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More needs to be done to fight HIV/AIDS

Every time there is a new report from the Ministry of Health about the disease, we find a rise in the number of HIV+ cases in the country. This is worrying.

This year, between November and June, 27 new HIV+ cases were detected in the country. Since the first case was detected 25 years ago in 1993, the number has reached 597. There are today, according to available records, 452 Bhutanese living with HIV+; 422 are on antiretroviral treatment.

There are also worrying number of defaulter and non-compliant cases. Because of a deep-seated stigma, many refuse from getting tested. This means probability of disease proliferation is high. According to 2018 UNAIDS estimation, Bhutan is supposed to detect 1,265 HIV cases.

We know that close to 80 percent of those living with the disease is between the ages of 20 and 49 years. This means if we do not increase our pace in fighting the disease with efficient means, a large number of our active population could be affected.  The introduction of mobile HIV testing and counselling services, viral load services to monitor the treatment efficacy and installation of 55 condom vending machines have been laudable initiatives. Voluntary testing and medical screening have led to high detection level – 37 percent each. About 22 percent was detected through contract tracing and four percent through blood donor screening.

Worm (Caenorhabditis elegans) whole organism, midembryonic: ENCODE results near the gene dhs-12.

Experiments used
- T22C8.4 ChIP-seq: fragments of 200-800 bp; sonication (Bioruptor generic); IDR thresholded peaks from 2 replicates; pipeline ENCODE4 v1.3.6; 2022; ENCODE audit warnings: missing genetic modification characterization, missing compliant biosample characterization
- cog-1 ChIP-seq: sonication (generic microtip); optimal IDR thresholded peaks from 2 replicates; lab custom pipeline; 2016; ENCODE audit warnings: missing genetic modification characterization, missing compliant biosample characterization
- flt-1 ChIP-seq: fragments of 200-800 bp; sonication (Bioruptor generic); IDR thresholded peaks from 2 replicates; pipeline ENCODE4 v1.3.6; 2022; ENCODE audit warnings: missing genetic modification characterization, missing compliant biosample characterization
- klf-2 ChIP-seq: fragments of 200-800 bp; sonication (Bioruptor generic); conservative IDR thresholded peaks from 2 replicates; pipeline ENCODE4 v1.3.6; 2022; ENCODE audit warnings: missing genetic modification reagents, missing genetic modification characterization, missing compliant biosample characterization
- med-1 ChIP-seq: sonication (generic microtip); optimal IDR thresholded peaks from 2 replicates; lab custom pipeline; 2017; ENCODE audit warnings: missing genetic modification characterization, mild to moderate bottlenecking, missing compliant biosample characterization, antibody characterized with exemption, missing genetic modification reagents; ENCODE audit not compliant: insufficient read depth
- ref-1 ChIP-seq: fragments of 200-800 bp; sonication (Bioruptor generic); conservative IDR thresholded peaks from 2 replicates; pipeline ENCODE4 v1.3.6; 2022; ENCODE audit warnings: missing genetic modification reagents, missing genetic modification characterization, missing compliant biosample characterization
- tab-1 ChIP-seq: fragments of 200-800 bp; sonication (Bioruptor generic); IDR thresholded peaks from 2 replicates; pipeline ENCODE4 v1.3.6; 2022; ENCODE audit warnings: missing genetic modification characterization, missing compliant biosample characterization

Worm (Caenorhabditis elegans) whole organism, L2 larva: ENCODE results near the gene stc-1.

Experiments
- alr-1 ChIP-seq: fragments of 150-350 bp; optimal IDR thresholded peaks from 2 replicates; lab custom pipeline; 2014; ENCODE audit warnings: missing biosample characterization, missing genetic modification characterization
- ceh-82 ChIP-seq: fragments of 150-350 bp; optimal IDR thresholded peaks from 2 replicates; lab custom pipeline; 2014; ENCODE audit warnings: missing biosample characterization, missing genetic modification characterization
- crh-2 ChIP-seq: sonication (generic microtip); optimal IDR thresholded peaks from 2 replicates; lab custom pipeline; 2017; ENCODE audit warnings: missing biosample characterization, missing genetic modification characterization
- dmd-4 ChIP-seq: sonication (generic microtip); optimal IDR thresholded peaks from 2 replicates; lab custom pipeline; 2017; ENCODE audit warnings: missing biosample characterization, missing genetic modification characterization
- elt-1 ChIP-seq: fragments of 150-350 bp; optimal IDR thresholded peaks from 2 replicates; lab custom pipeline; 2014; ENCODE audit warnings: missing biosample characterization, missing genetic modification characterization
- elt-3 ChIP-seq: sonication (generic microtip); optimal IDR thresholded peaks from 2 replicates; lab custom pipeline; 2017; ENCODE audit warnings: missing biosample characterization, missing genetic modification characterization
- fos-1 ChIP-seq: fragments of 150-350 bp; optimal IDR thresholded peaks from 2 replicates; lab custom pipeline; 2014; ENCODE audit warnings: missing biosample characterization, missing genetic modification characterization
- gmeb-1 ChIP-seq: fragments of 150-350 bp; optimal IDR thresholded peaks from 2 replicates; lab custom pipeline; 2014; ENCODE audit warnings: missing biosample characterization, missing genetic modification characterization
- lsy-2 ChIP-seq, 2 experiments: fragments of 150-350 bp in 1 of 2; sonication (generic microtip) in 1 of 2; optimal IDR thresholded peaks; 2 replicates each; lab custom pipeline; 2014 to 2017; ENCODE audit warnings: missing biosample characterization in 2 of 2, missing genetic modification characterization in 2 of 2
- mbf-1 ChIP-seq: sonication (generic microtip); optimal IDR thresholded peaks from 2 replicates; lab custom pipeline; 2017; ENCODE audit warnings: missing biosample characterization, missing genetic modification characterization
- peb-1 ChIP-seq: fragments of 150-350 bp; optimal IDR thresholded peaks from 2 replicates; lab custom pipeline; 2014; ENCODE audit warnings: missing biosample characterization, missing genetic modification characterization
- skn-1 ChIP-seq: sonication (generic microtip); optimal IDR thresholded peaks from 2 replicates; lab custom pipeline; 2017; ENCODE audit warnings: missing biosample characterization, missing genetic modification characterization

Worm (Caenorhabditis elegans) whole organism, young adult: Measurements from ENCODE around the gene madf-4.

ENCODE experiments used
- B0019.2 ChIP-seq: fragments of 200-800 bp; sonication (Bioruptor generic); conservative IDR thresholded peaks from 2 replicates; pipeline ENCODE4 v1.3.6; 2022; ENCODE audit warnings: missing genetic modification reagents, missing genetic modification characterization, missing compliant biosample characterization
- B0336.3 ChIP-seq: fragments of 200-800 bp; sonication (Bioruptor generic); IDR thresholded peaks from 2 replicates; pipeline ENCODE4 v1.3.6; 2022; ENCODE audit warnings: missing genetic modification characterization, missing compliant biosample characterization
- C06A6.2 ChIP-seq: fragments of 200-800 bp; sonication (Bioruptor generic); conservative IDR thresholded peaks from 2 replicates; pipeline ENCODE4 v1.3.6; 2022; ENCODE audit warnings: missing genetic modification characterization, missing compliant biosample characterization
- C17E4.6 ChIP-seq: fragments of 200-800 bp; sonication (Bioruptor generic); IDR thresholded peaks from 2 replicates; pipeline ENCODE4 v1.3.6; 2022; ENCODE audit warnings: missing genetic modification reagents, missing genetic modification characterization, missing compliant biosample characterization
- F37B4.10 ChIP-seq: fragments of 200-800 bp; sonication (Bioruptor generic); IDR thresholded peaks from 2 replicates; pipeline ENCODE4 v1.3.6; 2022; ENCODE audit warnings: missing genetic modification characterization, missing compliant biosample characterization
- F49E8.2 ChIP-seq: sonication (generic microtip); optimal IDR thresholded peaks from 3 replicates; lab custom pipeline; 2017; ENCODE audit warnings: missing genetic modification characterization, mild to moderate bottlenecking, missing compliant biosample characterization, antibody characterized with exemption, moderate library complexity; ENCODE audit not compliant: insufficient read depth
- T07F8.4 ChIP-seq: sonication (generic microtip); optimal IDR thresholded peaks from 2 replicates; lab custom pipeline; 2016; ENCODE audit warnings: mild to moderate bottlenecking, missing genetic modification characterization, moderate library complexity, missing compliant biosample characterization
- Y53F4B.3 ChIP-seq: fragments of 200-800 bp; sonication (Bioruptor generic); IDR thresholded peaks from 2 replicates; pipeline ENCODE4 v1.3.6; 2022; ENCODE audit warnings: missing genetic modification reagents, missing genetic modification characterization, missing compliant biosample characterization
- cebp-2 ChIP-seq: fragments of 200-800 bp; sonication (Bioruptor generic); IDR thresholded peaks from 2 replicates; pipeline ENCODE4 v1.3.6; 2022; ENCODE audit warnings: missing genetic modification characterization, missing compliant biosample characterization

But we could certainly do more. Condom use and safe sex have been found to be highly unpopular among the Bhutanese.

Housewives, farmers and business people have been found to be the most vulnerable group, followed closely by drivers and civil servants. What this tells us is that the whole spectrum of our society is at risk. Fight against the disease, therefore, should be more focused and far-reaching.

Now with identification of gaps and opportunities, designing an appropriate and effective programme should not tax our imagination.

Beginning with promoting safe sex and condom use, the programme should focus primarily on destroying the stigma if we are to fight successfully against the threat of the disease. Otherwise, all our efforts could be at the best slapdash and repercussions grave.

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